Headaches are one of the world's most common conditions. Some, such as hunger or stress headaches, go away on their own and aren't a cause for concern.
Others, such as migraines, have the potential be be more serious.
Migraines can be debilitating, but for some people who experience auras with their headaches, they could be a marker for a more serious danger – an increased risk for stroke.
UCI Health pain management specialist Dr. Rakhi Dayal says women who experience an aura with their migraines have been shown to be at particular risk. Migraines are three to four times more common in men than women.
Migraines are often described as throbbing or pulsating, but they also can be dull or pressure or sharp. They often occur on half of the head or in a specific location but may involve the whole head, and they sometimes switch from one side to the other.
An aura can be a visual or sensory impairment that can precede or accompany a migraine. Visual auras are more common and are often described as shimmering lights, or as arcs, shapes, colors or patterns. Sometimes visual symptoms can involve dark spots or total or partial loss of vision, Dayal says.
Sensory auras can be felt as tingling or numbness that starts small and spreads to a larger area of the face or limb. Other auras may involve difficulty understanding or expressing language, limb weakness on one side or balance difficulties.
Migraines and stroke risk
People who experience auras with their migraines have double the risk of stroke, according to a 2016 study published in the British Medical Journal.
Being a female smoker under the age of 45 and on birth control increases the risk of stroke even more. Studies have established a significantly higher risk of stroke among women who have migraines with aura. What you should know about preventing stroke ›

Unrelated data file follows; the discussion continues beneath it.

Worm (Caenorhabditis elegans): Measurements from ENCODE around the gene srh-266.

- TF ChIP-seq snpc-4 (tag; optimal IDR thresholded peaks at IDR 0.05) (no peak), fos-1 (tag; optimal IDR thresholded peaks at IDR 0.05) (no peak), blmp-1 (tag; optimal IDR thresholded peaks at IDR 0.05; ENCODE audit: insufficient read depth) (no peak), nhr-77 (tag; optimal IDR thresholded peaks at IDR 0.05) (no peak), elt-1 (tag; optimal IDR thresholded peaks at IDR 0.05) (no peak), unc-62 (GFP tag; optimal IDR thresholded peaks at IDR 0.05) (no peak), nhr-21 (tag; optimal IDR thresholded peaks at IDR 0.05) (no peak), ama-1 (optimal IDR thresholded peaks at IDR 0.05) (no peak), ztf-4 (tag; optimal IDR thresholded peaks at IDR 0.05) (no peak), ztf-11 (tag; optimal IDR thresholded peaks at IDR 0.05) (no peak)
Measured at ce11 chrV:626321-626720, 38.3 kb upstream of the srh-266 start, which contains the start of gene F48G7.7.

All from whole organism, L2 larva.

Additionally, Dayal says, some studies have shown a possible link between migraines with aura and heart disease.
It is still unclear whether treating and preventing the migraines could result in stroke risk reduction, said Dayal, but affected women should stop smoking and be cautious about using estrogen in the form of birth control or hormone therapy because of estrogen’s effect on blood clotting and coagulation. Because pregnancy increases the production of estrogen, women who have migraines with aura need to be educated about their elevated risk.
Furthermore, some auras associated with migraines may mimic the symptoms of stroke. Stroke is caused by a blockage in the blood vessels of the brain or by bleeding into the brain. In fact, without proper history and clinical evaluation and tests, it can be difficult to differentiate between stroke and migraine in some patients, Dayal said.
When to see a doctor
People who experience recurring headaches of any type should see a neurologist for a thorough evaluation and examination because an accurate diagnosis is critical to effective treatment, Dayal said.
Episodic tension headaches and sometimes milder forms of migraines may go away with rest, relaxation, and over-the-counter medications, or analgesics. Intense migraine headaches may need special migraine treatments. Frequent headaches — whether tension, migraine or other kind of primary headache — may require preventive treatments with daily medication.
Headache red flags
Some headaches are considered “red flags” because they could be caused by an underlying, life-endangering condition. If you experience any of these symptoms, Dayal says, consult a doctor:
- Sudden, intense headache that peaks to an unbearable intensity over seconds to minutes, often described as “the worst headache of my life.” This is sometimes referred to as thunderclap headache. This may be caused by life-threatening bleeding in the spaces of the brain, and you should go to the emergency room immediately. Call 911.
- A new headache that is different from any other previous headache, or an increase in frequency or intensity, or poor response to previously effective therapies.
- Headache that wakes you up at night.
- Increased headache when lying down coughing, sneezing or weight bearing.
- New headache after age 40 if you’ve never had headaches before.
- Headache accompanied by any symptoms such as: weakness in the face, arm or leg; numbness or coordination problems; visual impairment; language or speech problems; vertigo; confusion; altered wakefulness; or seizures. If those symptoms occur, call 911.
“Take your headache seriously,” Dayal says. “If you are having headaches, see a headache specialist. We can diagnose your headache and treat it.”
Our treatment includes preventive options, as well as Botox injections and other therapies.